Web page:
Poland’s bumpy transition to a new government hit dramatic turbulence on Wednesday when a prominent hard-line minister in the former right-wing administration declared himself a “political prisoner” and announced he was going on a hunger strike to protest his arrest following conviction for abuse of power.
Seeking to avoid a two-year jail sentence handed down by a Warsaw court in December, the former minister, Mariusz Kaminski, took refuge from police on Tuesday in the palace of the Polish president, a close ally of the former conservative governing party, Law and Justice.
The resulting standoff between police officers loyal to the new government of Prime Minister Donald Tusk, a veteran centrist, and Law and Justice supporters escalated a disruptive campaign by the former governing party, defeated in an October election, to resist the transfer of power by casting the election winners as illegitimate usurpers intent on persecuting their rivals.
Tuesday’s confrontation at the presidential palace ended peacefully late in the evening after police officers were allowed to enter the building. They took Mr. Kaminski, a former minister responsible for Poland’s security services, into custody, along with a former aide, Maciej Wasik, who has also been convicted of abuse of power.
In statement issued from jail on Wednesday, Mr. Kaminski denounced his arrest as “an act of political revenge” and said: “Therefore, as a political prisoner, I am starting a hunger protest from the first day of my imprisonment.”
Mr. Kaminski, one of the most powerful members of the former Law and Justice government, led Poland’s tough crackdown on migrants trying to sneak into the country from neighboring Belarus. He stirred outrage in 2021 by accusing migrants of being sexual deviants.
The Helsinki Foundation for Human Rights, a monitoring group, called Mr. Kaminski’s description of himself as a political prisoner a “deeply unfair distortion” that “damages the memory of people actually imprisoned for their beliefs, attitudes and fighting for democracy and human rights.”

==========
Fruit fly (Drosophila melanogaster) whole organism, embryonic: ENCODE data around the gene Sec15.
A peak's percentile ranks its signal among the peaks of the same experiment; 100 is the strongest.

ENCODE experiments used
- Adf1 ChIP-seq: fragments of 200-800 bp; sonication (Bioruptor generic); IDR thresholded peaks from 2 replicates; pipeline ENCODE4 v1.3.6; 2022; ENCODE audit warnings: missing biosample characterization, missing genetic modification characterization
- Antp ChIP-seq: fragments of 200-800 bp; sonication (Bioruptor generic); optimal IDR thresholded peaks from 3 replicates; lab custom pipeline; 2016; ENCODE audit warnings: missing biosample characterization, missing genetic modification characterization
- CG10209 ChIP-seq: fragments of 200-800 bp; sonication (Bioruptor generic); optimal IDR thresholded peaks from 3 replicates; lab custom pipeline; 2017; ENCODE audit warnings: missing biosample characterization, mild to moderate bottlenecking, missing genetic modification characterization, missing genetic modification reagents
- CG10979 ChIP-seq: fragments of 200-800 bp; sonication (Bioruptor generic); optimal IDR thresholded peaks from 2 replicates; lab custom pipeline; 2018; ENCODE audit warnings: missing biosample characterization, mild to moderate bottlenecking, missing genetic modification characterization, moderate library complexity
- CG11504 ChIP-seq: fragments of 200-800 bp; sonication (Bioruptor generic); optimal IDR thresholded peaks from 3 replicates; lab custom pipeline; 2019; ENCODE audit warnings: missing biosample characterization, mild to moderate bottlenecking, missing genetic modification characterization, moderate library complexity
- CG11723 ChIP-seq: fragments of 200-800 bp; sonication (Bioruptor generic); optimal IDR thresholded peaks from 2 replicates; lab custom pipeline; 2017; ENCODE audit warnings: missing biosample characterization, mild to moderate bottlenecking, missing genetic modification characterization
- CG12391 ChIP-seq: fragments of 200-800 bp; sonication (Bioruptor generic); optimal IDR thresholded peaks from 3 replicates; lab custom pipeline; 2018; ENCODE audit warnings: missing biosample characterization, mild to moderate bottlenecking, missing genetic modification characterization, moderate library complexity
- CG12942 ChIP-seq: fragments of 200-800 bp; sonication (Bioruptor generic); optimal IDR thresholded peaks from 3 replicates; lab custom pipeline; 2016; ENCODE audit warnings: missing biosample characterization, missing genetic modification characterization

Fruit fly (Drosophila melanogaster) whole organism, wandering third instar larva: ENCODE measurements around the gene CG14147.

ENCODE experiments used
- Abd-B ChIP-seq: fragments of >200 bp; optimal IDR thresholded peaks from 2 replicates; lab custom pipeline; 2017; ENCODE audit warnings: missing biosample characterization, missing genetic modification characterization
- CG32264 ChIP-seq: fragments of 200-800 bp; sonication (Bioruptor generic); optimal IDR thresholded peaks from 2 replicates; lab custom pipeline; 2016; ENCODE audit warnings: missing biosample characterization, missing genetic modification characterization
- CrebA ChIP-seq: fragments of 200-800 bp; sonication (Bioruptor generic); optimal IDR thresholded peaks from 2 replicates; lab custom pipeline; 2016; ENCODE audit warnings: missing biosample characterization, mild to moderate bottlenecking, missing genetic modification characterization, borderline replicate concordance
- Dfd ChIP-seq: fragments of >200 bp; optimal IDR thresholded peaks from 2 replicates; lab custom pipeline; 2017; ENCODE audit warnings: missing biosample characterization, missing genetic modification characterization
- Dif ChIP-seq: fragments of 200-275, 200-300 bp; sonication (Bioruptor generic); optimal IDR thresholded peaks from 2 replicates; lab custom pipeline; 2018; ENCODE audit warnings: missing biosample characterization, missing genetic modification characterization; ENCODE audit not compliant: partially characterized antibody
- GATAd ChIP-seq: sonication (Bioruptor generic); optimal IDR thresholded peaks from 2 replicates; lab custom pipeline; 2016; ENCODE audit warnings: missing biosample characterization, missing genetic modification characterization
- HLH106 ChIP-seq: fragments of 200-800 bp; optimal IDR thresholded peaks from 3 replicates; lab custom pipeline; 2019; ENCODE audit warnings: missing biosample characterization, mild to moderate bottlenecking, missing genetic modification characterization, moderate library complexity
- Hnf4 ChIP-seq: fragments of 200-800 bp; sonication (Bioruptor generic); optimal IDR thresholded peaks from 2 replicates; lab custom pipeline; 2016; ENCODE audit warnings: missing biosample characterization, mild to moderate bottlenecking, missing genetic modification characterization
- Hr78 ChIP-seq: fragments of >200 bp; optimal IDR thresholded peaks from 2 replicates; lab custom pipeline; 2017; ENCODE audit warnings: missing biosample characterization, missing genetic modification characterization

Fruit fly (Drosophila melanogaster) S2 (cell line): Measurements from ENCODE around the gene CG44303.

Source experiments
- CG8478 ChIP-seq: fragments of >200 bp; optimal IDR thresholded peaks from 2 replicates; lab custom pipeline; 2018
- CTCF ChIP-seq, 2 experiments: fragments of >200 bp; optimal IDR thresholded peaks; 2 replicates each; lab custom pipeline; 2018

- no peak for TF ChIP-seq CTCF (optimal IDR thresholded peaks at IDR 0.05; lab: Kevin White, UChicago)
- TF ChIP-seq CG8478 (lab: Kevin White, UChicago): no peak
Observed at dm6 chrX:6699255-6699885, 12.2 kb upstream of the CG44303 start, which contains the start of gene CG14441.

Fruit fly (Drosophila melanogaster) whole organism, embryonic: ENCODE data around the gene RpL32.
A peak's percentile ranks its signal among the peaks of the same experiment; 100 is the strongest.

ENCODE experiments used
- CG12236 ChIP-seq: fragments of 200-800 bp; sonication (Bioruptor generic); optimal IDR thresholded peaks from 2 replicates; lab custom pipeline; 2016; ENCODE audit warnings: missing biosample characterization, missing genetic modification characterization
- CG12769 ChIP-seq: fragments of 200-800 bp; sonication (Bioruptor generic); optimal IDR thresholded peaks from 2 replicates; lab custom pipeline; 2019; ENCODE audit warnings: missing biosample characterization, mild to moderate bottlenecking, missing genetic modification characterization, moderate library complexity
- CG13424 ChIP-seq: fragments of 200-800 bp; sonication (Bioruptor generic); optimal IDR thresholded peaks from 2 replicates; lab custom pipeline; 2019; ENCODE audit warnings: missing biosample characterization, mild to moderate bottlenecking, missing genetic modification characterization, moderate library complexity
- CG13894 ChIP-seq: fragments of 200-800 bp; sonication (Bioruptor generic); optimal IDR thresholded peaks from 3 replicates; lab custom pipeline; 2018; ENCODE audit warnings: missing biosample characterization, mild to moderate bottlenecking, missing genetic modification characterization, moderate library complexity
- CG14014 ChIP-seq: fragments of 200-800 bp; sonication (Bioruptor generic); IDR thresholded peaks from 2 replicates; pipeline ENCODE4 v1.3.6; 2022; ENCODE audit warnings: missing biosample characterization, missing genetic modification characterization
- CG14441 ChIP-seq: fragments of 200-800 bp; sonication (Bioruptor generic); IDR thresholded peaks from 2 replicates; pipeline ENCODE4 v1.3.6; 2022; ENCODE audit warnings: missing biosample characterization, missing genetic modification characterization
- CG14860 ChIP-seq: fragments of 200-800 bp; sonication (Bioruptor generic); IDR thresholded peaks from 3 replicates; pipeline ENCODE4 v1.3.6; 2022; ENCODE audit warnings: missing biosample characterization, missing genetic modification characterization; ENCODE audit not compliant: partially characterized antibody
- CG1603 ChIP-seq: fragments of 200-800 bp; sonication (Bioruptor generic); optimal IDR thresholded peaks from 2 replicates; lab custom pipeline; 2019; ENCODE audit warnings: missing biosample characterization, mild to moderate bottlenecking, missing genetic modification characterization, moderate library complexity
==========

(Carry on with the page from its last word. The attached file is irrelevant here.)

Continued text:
Mr. Kaminski and Mr. Wasik were sentenced last month to jail for their role in the 2007 entrapment of a political rival while serving as senior officials at Poland’s anti-corruption agency during a previous Law and Justice government. The case involved evidence that they had overseen a bribe offer and the forgery of documents in their pursuit of the rival, Andrzej Lepper, a radical farmers’ leader who later committed suicide.
The case rumbled on for years and resulted in an initial conviction in 2015. President Andrzej Duda pardoned them but his action was later invalidated. A new case, started after an appeal from Mr. Lepper’s family, ended in a new conviction on Dec. 20. But the men remained free until this week, when a Warsaw court issued a warrant for their immediate arrest, prompting Mr. Kaminski and Mr. Wasjik to seek sanctuary in the presidential palace.
Law and Justice won more votes than any other single party in Poland’s October general election but lost its parliamentary majority to a coalition of parties led by Mr. Tusk, who was named prime minister in December.
The former governing party’s chairman, Jaroslaw Kaczynski, insisting that right-wing forces won the election, has repeatedly vowed to block efforts by the new government to assert its authority. He led supporters last month in an occupation of the headquarters of Poland’s public broadcasting system, claiming that a change of management ordered by Mr. Tusk’s minister of culture was an assault on democracy.
Television and radio stations in the public broadcasting system had previously served as propaganda mouthpieces for Law and Justice, spewing conspiracy theories about Mr. Tusk being a German agent bent on turning Poland into a vassal state.
In a sign of further trouble ahead, a Warsaw court ruled on Tuesday that the government could not install new management at state television and radio without the assent of the National Media Council, a body created by Law and Justice and stacked with loyalists opposed to Mr. Tusk.